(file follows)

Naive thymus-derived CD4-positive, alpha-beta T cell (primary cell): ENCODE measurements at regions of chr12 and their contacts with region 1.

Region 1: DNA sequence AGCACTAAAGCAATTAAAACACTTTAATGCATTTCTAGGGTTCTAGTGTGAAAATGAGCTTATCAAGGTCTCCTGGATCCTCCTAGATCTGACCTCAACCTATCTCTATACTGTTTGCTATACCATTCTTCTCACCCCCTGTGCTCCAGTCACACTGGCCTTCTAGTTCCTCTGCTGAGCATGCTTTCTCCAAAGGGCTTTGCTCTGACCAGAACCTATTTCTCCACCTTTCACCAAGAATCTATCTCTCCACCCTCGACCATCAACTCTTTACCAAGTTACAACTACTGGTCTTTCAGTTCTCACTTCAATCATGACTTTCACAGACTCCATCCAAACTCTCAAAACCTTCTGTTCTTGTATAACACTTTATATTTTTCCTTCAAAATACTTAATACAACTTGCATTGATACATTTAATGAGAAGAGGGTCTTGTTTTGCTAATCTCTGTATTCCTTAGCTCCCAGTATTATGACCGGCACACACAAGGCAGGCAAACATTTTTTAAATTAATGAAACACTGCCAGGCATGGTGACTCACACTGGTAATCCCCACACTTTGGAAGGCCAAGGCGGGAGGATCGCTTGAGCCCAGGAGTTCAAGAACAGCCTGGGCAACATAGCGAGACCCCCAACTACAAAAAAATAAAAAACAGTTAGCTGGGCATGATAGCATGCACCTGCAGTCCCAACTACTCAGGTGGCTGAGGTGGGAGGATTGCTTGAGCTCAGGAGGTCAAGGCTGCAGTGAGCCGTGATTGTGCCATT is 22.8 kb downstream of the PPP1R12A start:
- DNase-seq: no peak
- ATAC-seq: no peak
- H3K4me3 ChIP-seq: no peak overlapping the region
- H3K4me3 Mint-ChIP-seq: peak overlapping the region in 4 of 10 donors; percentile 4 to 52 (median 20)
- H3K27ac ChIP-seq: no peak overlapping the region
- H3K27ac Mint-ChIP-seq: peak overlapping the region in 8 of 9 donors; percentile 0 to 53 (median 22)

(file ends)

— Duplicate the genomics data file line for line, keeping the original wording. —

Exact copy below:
Naive thymus-derived CD4-positive, alpha-beta T cell (primary cell): ENCODE measurements at regions of chr12 and their contacts with region 1.

Region 1: DNA sequence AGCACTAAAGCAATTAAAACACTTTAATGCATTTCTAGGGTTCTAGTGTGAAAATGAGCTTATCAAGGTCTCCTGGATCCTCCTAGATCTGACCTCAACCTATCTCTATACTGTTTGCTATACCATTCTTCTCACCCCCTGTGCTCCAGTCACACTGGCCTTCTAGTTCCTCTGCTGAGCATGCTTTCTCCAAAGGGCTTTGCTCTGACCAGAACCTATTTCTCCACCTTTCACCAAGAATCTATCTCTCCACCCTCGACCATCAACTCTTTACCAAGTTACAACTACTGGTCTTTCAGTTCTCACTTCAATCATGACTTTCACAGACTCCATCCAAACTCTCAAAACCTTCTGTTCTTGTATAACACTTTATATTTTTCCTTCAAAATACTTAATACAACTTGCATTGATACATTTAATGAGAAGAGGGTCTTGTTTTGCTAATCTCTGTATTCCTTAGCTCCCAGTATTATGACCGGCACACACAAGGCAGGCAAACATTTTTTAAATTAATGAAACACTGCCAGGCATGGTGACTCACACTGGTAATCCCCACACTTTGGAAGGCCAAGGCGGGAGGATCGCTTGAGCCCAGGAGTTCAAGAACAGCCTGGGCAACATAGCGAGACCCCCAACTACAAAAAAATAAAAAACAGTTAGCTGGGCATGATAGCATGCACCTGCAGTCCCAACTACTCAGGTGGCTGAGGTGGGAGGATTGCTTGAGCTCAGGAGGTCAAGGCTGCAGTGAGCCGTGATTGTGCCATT is 22.8 kb downstream of the PPP1R12A start:
- DNase-seq: no peak
- ATAC-seq: no peak
- H3K4me3 ChIP-seq: no peak overlapping the region
- H3K4me3 Mint-ChIP-seq: peak overlapping the region in 4 of 10 donors; percentile 4 to 52 (median 20)
- H3K27ac ChIP-seq: no peak overlapping the region
- H3K27ac Mint-ChIP-seq: peak overlapping the region in 8 of 9 donors; percentile 0 to 53 (median 22)